CoA could trigger professional negligence wave with ‘plebgate’ ruling, lawyers warn

Litigators could see a rush of professional negligence claims against the sector following the Court of Appeal decision to penalise those that fail to comply with court directions, leading lawyers have warned.

The CoA decision to limit the legal spend in Andrew Mitchell MP’s defamation case against The Sun because his legal team failed to submit a budget on time could trigger a raft of claims against lawyers (27 November 2013).


RPC partner Geraldine Elliott commented: “The ruling could mean we see more professional negligence cases against law firms who fail to submit an accurate costs budget in time. 

“Clients being forced to pay their own costs bills may seek to recover those costs from their lawyers if they think their legal advisers have made a mistake in submitting a costs budget.”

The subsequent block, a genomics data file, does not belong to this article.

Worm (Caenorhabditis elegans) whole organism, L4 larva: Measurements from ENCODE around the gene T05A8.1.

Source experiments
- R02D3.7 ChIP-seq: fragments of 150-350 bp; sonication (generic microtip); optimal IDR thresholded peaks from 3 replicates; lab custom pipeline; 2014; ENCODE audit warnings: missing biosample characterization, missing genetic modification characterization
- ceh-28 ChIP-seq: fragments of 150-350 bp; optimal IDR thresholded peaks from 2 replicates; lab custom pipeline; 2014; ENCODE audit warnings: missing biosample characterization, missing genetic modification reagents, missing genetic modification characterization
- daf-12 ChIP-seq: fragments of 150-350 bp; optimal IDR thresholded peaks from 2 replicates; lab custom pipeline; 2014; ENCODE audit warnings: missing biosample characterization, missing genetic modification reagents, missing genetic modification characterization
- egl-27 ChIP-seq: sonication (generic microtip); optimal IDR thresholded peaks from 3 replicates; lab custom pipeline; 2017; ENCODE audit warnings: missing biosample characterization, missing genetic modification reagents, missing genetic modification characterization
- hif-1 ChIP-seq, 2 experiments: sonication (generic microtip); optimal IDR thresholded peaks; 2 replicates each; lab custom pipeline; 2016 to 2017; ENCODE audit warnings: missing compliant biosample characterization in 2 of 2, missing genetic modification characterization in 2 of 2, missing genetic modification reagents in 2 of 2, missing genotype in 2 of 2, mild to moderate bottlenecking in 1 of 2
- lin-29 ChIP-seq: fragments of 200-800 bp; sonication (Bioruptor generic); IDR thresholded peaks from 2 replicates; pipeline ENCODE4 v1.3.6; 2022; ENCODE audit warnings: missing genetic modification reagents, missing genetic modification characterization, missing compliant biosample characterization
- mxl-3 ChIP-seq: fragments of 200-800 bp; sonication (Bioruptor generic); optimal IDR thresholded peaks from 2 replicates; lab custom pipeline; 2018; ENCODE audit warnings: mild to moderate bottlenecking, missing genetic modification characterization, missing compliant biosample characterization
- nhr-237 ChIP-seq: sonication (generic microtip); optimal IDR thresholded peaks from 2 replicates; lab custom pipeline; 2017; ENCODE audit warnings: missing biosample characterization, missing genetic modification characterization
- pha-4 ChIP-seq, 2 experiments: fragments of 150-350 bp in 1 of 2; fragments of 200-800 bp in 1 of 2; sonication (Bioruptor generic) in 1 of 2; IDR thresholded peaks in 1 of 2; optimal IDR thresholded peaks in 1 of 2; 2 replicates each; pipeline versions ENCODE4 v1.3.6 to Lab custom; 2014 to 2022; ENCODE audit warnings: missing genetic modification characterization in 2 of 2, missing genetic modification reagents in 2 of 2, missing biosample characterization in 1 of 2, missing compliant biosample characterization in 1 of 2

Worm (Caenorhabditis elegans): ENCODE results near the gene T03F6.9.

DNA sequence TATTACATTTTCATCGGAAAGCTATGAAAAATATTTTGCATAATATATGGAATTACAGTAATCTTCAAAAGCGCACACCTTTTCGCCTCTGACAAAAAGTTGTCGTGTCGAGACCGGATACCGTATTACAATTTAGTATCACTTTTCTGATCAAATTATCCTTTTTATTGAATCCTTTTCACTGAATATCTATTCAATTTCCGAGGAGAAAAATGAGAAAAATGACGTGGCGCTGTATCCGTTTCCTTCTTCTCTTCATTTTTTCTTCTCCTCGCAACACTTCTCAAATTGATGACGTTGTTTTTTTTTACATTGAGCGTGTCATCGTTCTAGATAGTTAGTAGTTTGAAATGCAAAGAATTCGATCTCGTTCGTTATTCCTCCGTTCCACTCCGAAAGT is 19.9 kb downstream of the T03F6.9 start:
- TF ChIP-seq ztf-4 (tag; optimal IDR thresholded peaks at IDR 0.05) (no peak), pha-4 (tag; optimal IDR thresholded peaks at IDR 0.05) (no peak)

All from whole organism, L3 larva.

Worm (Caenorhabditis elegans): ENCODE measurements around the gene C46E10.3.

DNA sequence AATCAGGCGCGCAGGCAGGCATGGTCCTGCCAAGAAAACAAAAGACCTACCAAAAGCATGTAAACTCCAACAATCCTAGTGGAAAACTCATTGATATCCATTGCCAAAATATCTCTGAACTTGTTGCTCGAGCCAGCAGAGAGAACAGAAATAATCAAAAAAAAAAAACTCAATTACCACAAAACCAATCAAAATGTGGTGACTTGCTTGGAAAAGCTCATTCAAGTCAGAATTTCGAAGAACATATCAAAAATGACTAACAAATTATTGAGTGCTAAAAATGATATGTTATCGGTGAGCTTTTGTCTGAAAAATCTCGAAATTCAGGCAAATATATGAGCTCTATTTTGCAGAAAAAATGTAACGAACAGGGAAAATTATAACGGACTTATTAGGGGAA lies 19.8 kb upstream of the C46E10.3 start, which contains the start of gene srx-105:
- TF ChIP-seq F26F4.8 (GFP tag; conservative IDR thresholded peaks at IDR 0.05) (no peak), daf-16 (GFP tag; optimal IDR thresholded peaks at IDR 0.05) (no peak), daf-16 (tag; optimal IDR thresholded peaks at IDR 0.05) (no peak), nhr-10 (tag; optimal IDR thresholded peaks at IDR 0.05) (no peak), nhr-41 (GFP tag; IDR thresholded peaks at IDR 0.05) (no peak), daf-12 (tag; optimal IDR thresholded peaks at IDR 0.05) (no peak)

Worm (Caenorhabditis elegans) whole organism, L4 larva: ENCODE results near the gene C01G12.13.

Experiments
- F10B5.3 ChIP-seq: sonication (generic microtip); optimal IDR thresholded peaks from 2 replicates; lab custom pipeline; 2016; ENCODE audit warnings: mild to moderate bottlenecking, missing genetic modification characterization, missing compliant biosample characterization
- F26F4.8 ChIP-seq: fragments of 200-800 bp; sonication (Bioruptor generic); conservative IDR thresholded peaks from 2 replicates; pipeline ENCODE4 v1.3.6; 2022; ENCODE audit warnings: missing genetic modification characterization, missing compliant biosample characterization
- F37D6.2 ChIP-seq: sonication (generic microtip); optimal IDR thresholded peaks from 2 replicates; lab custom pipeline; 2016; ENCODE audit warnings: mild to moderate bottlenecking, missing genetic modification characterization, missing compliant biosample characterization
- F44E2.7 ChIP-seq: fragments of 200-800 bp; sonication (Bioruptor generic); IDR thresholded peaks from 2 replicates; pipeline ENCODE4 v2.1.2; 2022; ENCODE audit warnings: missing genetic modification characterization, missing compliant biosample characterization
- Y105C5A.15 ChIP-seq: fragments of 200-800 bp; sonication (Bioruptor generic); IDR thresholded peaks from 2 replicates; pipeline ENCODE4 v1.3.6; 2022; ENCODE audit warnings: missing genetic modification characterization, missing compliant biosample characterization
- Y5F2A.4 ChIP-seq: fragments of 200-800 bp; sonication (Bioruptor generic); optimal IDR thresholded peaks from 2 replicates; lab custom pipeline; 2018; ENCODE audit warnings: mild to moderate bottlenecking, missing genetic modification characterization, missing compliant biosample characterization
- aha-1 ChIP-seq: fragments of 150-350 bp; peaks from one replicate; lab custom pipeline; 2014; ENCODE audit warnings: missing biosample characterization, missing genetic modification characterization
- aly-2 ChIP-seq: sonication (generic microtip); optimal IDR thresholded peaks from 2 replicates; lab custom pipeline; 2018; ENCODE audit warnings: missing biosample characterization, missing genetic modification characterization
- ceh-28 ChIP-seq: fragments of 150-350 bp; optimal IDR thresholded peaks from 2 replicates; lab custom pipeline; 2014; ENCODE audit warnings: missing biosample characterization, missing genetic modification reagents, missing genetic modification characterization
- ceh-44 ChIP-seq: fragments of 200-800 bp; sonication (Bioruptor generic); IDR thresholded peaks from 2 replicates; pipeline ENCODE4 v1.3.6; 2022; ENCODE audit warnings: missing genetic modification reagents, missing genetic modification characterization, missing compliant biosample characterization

Vannin Capital consultant Nick Rowles-Davies added: “It clearly raises the likely potential for claims against solicitors in these sorts of situations. If a solicitor fails to do his paperwork and leaves his client exposed to greater costs, it wouldn’t be beyond the realms of possibility for clients to use the courts to recover fees from the very legal team that represented them.” 

Association of Costs Lawyers chairman Murray Heining said it was the “most important” civil litigation judgment of the year and worked as a clear warning to litigators.

“Those practising in civil litigation, if they have not already reviewed their practices and procedures, must do so now and ensure that they have the resources to ensure compliance with the CPR and all orders made,” he said. “They must also ensure that they have the resources to meet procedural obligations.”

Atkins Thomson partner Graham Atkins is leading the case for Mitchell on a conditional fee basis. Mitchell was told that his budget would be restricted because the firm failed to get a costs budget to the court seven days before a case management hearing in June (7 August 2013).

The firm had attempted to get the order lifted by pleading that as a two-partner firm it should have more time than Simons Muirhead & Burton, which is representing The Sun. The application was rejected.